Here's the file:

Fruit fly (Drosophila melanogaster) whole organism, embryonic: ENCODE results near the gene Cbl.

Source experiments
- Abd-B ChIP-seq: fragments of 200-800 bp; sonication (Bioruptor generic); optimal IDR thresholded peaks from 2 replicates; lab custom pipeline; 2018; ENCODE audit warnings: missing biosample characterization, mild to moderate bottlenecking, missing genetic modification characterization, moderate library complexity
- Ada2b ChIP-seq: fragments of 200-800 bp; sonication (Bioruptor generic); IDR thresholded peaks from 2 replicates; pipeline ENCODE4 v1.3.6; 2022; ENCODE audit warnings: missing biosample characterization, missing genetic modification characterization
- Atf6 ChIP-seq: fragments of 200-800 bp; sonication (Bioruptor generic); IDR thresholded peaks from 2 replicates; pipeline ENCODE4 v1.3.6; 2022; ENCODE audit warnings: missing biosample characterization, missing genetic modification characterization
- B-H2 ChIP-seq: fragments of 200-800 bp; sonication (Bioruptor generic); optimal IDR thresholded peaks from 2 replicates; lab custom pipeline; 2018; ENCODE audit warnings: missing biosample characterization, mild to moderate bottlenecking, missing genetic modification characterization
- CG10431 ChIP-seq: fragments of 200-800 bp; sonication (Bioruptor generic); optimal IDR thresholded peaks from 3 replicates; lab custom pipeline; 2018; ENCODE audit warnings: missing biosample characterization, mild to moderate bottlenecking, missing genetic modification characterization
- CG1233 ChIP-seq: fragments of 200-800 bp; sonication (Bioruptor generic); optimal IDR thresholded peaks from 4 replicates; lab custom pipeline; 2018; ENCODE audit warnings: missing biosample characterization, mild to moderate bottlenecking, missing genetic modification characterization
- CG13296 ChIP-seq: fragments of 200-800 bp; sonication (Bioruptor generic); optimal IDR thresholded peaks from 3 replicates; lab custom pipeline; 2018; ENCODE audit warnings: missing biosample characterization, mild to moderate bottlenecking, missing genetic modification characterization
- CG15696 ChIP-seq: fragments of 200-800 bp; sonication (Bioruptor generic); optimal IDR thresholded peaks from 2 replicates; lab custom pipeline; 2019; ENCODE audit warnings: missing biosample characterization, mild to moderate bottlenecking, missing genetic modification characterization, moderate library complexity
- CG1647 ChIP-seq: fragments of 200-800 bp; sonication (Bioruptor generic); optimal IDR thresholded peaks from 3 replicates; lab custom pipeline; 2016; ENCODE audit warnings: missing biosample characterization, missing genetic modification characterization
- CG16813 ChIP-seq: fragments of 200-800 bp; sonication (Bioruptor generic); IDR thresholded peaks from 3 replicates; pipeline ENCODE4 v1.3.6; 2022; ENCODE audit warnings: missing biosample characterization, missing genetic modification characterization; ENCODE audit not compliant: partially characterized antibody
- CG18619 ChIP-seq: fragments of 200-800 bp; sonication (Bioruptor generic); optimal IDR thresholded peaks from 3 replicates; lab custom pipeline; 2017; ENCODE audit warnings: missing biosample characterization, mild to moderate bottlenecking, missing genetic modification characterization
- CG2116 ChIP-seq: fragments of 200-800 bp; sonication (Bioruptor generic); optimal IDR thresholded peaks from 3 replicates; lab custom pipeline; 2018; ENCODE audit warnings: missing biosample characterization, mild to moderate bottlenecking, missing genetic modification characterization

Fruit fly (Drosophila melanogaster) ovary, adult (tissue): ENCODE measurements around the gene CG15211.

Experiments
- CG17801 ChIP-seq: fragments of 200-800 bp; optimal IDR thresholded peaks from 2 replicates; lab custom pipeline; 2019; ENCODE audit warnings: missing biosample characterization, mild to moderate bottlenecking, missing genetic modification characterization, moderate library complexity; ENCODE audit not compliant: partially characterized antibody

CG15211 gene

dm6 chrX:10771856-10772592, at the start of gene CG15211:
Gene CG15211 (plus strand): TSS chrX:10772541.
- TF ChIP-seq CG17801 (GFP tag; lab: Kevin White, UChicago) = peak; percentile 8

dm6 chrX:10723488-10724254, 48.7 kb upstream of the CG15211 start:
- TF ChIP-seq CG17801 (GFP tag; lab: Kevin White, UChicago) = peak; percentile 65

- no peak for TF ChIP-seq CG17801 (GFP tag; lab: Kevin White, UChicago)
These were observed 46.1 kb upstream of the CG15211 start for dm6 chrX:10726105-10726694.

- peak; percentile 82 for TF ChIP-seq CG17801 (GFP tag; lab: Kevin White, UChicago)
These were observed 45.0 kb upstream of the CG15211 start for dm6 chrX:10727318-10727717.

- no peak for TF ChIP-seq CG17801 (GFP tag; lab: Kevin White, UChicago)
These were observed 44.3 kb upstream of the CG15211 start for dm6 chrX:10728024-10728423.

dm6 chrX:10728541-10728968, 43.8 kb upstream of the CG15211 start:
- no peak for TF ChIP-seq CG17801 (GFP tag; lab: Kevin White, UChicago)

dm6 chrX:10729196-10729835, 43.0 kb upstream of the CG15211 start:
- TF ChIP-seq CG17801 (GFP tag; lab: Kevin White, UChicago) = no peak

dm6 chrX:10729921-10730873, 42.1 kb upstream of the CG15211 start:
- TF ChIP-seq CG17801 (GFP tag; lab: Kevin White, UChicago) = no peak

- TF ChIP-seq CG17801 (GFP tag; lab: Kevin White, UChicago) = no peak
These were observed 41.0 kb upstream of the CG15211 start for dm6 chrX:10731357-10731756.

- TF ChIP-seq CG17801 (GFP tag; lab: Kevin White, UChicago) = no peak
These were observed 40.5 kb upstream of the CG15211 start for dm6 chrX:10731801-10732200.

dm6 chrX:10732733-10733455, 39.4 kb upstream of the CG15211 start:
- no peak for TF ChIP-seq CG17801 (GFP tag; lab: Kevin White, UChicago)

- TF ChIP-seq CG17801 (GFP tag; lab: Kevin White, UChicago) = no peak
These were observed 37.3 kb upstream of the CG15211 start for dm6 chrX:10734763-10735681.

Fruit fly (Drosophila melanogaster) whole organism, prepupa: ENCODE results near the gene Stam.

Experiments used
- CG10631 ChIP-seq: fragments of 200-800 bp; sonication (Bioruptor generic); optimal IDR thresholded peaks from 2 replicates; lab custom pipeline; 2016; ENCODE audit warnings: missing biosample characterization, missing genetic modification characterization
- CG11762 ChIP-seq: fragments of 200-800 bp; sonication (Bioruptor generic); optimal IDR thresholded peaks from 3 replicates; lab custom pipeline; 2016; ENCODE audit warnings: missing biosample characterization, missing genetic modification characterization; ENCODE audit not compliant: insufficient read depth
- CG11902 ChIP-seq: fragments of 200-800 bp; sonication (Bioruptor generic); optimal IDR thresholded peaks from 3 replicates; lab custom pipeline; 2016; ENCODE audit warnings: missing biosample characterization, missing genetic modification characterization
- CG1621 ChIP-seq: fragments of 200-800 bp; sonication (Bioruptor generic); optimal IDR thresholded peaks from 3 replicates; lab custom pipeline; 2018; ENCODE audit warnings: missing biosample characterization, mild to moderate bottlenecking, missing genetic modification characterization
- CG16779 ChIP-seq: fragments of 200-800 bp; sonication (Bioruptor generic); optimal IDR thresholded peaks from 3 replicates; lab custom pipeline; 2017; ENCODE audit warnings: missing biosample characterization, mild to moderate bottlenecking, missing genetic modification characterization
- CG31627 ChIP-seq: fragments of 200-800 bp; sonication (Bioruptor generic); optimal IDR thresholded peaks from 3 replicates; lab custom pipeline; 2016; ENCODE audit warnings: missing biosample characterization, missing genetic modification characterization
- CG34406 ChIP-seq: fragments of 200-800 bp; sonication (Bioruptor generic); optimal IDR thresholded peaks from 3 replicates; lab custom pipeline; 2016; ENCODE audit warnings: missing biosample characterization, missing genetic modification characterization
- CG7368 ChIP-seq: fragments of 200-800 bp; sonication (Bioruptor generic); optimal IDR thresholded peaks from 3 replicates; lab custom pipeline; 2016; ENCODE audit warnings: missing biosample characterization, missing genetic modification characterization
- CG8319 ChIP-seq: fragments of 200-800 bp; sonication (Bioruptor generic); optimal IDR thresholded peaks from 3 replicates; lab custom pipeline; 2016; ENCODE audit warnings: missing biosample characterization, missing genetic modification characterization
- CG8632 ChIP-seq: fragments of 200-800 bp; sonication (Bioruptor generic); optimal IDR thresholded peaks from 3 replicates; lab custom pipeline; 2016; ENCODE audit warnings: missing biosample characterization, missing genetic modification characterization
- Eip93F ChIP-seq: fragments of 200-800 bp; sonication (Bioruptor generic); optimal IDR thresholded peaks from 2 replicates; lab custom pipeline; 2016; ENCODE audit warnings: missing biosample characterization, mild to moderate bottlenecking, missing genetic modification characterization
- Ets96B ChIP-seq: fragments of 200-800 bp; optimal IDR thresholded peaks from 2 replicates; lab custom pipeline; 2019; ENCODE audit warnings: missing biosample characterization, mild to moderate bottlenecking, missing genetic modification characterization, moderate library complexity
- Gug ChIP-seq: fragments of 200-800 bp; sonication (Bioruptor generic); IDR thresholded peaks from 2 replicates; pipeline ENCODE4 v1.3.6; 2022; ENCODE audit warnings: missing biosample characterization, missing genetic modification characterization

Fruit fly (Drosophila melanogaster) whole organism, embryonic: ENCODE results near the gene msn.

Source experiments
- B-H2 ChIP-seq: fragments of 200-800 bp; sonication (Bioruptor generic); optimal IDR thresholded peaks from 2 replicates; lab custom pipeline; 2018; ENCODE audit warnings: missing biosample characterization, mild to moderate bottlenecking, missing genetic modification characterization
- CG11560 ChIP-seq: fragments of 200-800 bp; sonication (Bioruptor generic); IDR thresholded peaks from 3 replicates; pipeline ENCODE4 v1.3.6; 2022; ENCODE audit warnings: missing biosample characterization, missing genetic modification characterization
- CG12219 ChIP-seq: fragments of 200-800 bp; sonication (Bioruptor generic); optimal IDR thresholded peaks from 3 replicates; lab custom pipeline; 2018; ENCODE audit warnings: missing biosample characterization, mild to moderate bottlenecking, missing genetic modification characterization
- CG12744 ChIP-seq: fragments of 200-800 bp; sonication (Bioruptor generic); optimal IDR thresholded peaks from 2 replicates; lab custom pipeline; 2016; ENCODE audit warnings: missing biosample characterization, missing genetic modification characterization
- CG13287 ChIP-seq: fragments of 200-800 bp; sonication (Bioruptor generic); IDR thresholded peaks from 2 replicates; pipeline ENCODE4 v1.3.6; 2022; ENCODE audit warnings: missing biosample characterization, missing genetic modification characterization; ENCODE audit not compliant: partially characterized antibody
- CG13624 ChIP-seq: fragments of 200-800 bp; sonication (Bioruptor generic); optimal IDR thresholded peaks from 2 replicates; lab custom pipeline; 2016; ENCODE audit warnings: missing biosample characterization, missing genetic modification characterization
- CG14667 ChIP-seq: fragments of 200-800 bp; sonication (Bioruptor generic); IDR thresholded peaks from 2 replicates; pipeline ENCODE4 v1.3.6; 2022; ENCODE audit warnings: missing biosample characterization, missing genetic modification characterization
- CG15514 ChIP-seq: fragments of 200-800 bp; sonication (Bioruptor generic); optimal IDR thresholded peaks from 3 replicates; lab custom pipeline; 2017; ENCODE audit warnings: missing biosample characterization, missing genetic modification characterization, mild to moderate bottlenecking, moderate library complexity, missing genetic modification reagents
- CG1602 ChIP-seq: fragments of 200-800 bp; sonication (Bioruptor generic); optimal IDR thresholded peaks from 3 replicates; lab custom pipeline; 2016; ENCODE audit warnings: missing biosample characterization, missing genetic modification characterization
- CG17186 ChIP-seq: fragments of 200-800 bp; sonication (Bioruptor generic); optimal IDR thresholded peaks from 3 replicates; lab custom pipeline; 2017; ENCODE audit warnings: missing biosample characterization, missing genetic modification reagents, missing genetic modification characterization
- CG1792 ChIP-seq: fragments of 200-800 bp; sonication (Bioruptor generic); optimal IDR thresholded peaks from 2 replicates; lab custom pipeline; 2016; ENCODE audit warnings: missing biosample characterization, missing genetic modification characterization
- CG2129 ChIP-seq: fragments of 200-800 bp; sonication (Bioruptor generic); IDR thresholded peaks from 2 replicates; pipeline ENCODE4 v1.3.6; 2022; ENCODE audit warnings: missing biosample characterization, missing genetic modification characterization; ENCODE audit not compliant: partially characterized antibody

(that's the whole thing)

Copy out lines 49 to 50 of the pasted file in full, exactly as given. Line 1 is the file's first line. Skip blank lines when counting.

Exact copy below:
- CG1621 ChIP-seq: fragments of 200-800 bp; sonication (Bioruptor generic); optimal IDR thresholded peaks from 3 replicates; lab custom pipeline; 2018; ENCODE audit warnings: missing biosample characterization, mild to moderate bottlenecking, missing genetic modification characterization
- CG16779 ChIP-seq: fragments of 200-800 bp; sonication (Bioruptor generic); optimal IDR thresholded peaks from 3 replicates; lab custom pipeline; 2017; ENCODE audit warnings: missing biosample characterization, mild to moderate bottlenecking, missing genetic modification characterization